Athletic programs offered:

  • Basketball
  • Football
  • Soccer
  • Softball
  • Swimming
  • Tennis
  • Volleyball
  • Water Polo

Acceptance Rate

-

Student to Faculty Ratio

26:1

The Lakeshore Technical College is considered as the leading provider of technical education in the city of Cleveland, Wisconsin. The school offers more than 100 career programs that will allow students to easily land on jobs from industries that matter.  Currently, there are more than 13,000 students who are enrolled in LTC. The LTC campus has a total of 154 acres in land area which gives students a feeling that they are actually in a small community.

Lakeshore Technical College aims to direct its activities to meet the local employment demands in Cleveland, Wisconsin. The school offers both degree and certificate programs to its enrollees. Moreover, the school also offers apprenticeship programs to highly skilled jobs like plumbing and carpentry to name a few. In fact, the school has more than 100 courses to choose from thereby offering diversified choices to students.

Regarding the tuition fee of the school, the amount varies on the type of program taken but basically, Wisconsin residents have to pay only $126 per credit hour while out-of-state residents need to pay about $182 per credit hour.

The Lakeshore Technical College is the best place for students to start college before proceeding to a four-year college. Fortunately, the school organizes a degree transfer fair each year where  students can choose to finish their associate degrees in other universities like Franklin University, Marian University, Mount Mary University, Alverno College, and University of Iowa to name a few. 

Acceptance Rate

-

Student to Faculty Ratio

13:1

About Bates Technical College, located in Tacoma, Washington, began operation in 1940 as a vocational school operating out of the Hawthorne Elementary School basement. The school expanded quickly, becoming a Tacoma Vocation-Technical Institute in 1947, under the direction of Vern Bates, who retired in 1969. To honor Mr. Bates, the school was renamed L.H. Bates Vocational Technical Institute.

By 1991 the school was merged into the Washington State Board of Community and Technical Colleges, where eventually the name was once again changed to its current. The school has expanded its offerings and is dedicated to providing the best education possible for its service area.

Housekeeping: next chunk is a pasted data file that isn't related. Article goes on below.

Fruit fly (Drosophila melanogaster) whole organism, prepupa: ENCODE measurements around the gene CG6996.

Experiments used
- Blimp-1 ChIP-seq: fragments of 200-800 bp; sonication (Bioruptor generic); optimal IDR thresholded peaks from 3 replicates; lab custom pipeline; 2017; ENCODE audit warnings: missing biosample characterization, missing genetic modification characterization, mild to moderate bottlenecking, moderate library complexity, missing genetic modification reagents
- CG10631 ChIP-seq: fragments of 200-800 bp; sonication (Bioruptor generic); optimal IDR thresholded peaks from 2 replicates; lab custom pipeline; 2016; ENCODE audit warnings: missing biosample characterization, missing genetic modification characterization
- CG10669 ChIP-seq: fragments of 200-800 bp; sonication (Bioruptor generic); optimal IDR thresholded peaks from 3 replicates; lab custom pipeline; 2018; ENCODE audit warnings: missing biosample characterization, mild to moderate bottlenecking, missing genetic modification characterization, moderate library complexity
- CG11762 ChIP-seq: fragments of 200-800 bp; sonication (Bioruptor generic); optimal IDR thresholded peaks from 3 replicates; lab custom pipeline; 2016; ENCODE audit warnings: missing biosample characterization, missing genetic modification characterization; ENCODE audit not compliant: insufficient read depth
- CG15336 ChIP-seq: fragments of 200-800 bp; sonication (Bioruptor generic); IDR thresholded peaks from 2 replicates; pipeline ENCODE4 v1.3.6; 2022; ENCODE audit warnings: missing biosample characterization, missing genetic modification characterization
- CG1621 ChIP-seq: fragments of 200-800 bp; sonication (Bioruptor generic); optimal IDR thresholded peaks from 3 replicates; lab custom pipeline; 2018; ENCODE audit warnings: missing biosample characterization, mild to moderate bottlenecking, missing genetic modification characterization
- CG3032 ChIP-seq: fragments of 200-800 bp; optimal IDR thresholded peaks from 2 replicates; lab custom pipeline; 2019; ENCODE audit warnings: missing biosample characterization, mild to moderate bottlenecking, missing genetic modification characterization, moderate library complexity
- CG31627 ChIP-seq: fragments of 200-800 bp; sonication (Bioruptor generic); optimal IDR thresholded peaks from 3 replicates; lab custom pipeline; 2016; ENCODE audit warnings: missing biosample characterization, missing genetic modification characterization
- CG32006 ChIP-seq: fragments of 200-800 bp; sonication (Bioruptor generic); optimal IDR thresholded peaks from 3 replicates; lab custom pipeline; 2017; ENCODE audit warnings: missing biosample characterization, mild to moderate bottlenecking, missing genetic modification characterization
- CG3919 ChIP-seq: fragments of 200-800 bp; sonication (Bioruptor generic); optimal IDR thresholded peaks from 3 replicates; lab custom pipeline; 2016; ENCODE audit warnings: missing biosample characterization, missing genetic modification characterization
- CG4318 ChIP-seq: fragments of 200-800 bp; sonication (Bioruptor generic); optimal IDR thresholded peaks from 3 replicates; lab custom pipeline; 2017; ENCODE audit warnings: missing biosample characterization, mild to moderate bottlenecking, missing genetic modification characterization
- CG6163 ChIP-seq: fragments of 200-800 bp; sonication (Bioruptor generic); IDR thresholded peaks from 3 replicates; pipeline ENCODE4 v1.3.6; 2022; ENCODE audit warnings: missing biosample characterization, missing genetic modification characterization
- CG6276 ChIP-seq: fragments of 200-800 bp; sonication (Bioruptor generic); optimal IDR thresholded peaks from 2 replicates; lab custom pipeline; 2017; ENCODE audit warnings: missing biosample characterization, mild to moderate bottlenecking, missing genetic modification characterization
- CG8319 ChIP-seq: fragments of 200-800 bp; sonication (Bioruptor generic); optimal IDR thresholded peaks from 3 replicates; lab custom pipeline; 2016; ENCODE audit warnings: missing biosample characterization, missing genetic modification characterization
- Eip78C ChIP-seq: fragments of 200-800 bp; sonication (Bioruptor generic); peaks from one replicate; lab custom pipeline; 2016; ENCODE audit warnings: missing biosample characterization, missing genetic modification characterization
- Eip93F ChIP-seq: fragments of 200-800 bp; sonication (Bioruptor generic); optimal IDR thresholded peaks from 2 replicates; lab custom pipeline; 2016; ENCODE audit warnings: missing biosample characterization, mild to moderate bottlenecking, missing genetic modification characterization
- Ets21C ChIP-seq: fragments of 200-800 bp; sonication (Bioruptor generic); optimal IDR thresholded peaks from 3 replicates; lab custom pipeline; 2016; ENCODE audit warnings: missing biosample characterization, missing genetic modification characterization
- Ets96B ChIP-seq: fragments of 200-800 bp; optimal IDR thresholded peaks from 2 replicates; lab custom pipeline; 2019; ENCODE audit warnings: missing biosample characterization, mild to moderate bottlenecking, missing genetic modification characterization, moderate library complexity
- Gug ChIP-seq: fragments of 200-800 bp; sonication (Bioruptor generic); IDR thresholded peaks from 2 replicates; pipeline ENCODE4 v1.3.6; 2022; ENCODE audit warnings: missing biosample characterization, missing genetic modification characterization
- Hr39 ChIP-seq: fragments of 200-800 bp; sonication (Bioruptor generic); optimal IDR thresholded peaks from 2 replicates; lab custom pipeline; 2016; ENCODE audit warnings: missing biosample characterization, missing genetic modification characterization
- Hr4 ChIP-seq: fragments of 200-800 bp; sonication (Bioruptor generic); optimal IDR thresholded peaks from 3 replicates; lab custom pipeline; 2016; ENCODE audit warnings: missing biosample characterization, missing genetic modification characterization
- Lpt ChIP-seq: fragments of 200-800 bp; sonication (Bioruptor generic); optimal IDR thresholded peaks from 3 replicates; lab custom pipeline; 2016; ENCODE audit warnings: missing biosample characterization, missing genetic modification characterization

Academics Bates Technical College's primary offerings are for career and technical training to assist individuals in entering the workforce. These programs utilize simulated real world settings to impart the skills and abilities necessary for employment in one's chosen field, with such fields typically being in high demand, particularly among businesses in the BTC's service area. T

hese programs take between one and two years to complete, resulting in a certificate or associate's degree that demonstrates competency and dedication.
Some programs offer transferable credits that may be used in the pursuit of higher levels of education. This is done by completing the equivalent of the first two years of a four year education, followed by applying for transfer to a four year institution to continue that education and earn a  bachelor's degree.

Transfer to a public Washington college or university will be easier through transfer agreements that guarantee acceptance if certain requirements are met. Transfer to private or out of state schools will be more difficult due to more stringent admissions policies for transfer students.  As a technical college, earned credits may not be transferable by out of state school's or private schools, and as a result should be discussed with a counselor.
Programs offered include:

Admissions and Financial Aid Bates Technical College is an open enrollment institution that admits any individuals that meet the minimum criteria for admission, submit a completed application and pay accrued fees. Students are also asked to provide previous transcripts and standardized test scores, and may be asked to take a placement exam prior to registration.

The school also encourages meeting with a counselor to discuss goals and program enrollment.  Financial aid is available in the form of loans, grants and scholarships. Students in need of financial assistance must complete and submit the Free Application for Federal Student Aid (FAFSA), the information from which is used by the school's financial aid department to determine the student's need and aid program eligibility prior to forming a financial aid packet.

Financial aid must be reapplied for prior to each academic year. Students may be chosen at random to provide additional information to be compared to the FAFSA in order to verify its accuracy as part of new federal regulations governing the disbursement of aid funds.

Acceptance Rate

-

Student to Faculty Ratio

21:1

About
Chippewa Valley Technical College, located in Eau Claire, Wisconsin, was founded to provide service and education to residents in the counties of Eau Claire, Dunn Chippewa, Taylor, Clark, Jackson, Trempealeau, Buffalo, Pepin and Pierce. CVTC is a public two year institution and one of the twelve schools that comprise the Wisconsin Technical College System. The system was formed in 1911 through a law requiring that any district having more than 5000 residents establish a trade and vocational school. Through the enactment of this law Wisconsin became the first state to create a publically funded vocational training system.

Academics